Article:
Wilt may best be remembered for becoming the only NBA player to score 100 points in a single game. On the memorable night of March 2, 1962 Wilt reached the century scoring mark against the New York Knicks in front of only 4,124 fans at the old Hershey Sports Arena. Ironically, the game was not televised. No video footage of that historic night was ever taken.

Wilt retired in 1973. His record included staggering NBA career statistics of 30.1 points per game, 22.7 rebounds per game and 4.4 assists per game. Oddly, his career FG% of 54.0 was higher than his FT% of 51.1.

Wilt Chamberlain & His NBA Nemesis Bill Russell

Wilt also battled his career long nemesis Bill Russell of the Boston Celtics. Many sports fans regard this as the greatest individual rivalry in all of team sports. Russell’s Celtics bested Chamberlain’s teams (Warriors, 76ers and Lakers) seven out of eight times they squared off against each other in the NBA Playoffs.

Wilt’s incredible dominance as an NBA player prompted many NBA fans to root against this giant of a man. The fans treatment of him led Chamberlain to famously respond, “No one ever roots for Goliath!” Sadly, Wilt passed away in 1999.

Whether you were a fan of the Big Dipper or not, no one can argue that Wilt Chamberlain was truly a dominating Goliath as a basketball player and we can all celebrate the single named legacy of this NBA superstar. There won’t be another one quite like him – Wilt.

MIKE – thee ultimate talking head on sports!

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#TBT Sports Blog: The NHL Golden Jet Bobby Hull

Chicago Blackhawks Bobby HullLike an easy open net goal, former Chicago Blackhawks great Bobby Hull effortlessly skates into today’s #TBT sports blog.

If you’ve ever visited Chicago’s United Center, you’ve seen his bronze statue standing proudly beside Bulls legend Michael Jordan and fellow Blackhawk great Stan Mikita.

Though he never actually skated inside this cavernous arena, Bobby Hull will always be remembered for what he accomplished as a Chicago Blackhawk, long before the team moved from the Old Chicago Stadium to its gleaming new home.

During his 23 year career, this legendary left winger played in both the established NHL as well as the then fledgling WHA.

Hull will always be wedded to the franchise that originally drafted him and ultimately lionized him with his life-sized likeness.

Bobby Hull Epitomized His Golden Jet Nickname

Between 1952 and 1980, Hull epitomized his Golden Jet nickname in more ways than one. The brilliant, blond haired Hockey Hall of Famer skated at an astounding 29.7 mph. In addition to his amazing speed on the ice, Hull recorded a 118.3 mph slap shot, making him the most physically gifted – and feared – hockey player of his generation.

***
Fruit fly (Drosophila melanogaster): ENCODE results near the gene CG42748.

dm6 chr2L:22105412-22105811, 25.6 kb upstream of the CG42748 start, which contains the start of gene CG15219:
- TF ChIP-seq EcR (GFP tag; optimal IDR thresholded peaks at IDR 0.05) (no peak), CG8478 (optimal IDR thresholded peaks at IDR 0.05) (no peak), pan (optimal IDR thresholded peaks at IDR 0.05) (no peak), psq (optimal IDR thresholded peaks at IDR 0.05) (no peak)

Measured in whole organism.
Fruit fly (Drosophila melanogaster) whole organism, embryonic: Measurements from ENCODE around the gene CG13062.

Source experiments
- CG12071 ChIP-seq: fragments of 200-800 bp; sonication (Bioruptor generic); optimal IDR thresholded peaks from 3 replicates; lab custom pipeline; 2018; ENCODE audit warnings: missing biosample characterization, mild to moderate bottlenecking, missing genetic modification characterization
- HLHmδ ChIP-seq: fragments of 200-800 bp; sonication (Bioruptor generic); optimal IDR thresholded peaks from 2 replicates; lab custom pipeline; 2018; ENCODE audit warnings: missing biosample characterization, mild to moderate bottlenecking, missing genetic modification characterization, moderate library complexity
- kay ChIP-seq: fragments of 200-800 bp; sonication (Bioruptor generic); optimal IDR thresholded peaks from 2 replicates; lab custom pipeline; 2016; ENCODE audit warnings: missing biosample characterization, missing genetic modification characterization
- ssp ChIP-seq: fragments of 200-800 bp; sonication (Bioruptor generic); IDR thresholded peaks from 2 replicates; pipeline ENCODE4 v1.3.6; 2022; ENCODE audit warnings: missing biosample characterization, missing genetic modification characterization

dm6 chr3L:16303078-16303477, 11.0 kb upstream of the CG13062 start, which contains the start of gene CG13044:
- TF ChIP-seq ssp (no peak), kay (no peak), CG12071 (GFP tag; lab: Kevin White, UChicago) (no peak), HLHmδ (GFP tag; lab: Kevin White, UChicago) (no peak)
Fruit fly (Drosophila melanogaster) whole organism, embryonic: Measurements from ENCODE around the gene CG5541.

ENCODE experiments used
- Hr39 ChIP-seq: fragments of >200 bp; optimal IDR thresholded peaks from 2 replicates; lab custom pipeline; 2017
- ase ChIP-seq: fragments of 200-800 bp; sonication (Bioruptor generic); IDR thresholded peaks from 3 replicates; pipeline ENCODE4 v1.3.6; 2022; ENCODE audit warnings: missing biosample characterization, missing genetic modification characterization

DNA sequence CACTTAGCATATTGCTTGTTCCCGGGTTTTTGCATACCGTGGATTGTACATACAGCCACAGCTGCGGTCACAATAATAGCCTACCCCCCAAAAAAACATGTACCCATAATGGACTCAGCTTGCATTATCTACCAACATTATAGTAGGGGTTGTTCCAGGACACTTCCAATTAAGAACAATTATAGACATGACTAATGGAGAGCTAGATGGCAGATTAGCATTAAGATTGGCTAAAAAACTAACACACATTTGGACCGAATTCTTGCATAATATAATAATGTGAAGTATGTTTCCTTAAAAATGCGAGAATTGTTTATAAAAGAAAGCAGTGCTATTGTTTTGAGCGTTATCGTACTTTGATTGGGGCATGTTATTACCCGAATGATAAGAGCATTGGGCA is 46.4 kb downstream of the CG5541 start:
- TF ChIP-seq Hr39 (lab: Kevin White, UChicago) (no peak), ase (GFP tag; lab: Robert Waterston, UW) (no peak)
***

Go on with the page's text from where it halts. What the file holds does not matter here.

Hull’s shot strength and banana bladed hockey stick proved such a lethal combination, especially for maskless goalies, that the NHL minimized the curvature of the sticks to reduce the danger (of his strokes / strikes).

Besides incomparable speed and a killer shot, Hull possessed an uncanny ability to put the puck in the net. In 1966, he became the first player in NHL history to score 50 goals in a season, a feat he replicated another four times.

Hull led the NHL in scoring an impressive seven times, while accumulating career NHL total numbers of 610 goals and 560 assists in his 1,063 games.

Without doubt, Bobby Hull is best remembered as a Blackhawk for having won the 1961 Stanley Cup, two Hart Memorial trophies and three Art Ross trophies. In deference to the legend, the Hawks retired Hull’s famous #9 jersey, which he originally wore as a tribute to his own idol Gordie Howe.

Hull made hockey history following his earlier accolades and awards. In 1972, he eschewed the Chicago franchise to become the face of the new World Hockey Association. His decision also captured headlines because the Hartford Whalers signed him to the most lucrative hockey contract ever: $1.75 million over 10 years with a then-whopping $1 million signing bonus.

Hull went on to become the WHA’s greatest player ever. He scored a never before seen 77 goals during the 1974 – 75 season and led his squad to three AVCO or WHA championships.

There’s no doubt why The Hockey News named Hull #8 on its list of top 100 hockey players ever.

It’s also why The Golden Jet is revered as the most venerated hockey star in Chicago Blackhawks history.

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#TBT Sports Blog: The Late NFL Minister of Defense

NFL Hall of Famer Reggie WhiteToday’s #TBT sports blog remembers the late Reggie White, an ordained pastor and Hall of Fame lineman.

White brilliantly embodied his Minister of Defense nickname.

During a storied 15-year NFL career, this imposing defensive lineman known as the Minister of Defense delivered his football version of a fire and brimstone sermon by dominating opposing offenses.

Whenever Reggie White set foot on the football field, he constantly administered defensive pressure.

And, when away from the gridiron, he tirelessly catered to the needs of inner-city youth and those less fortunate through his work as a Christian minister.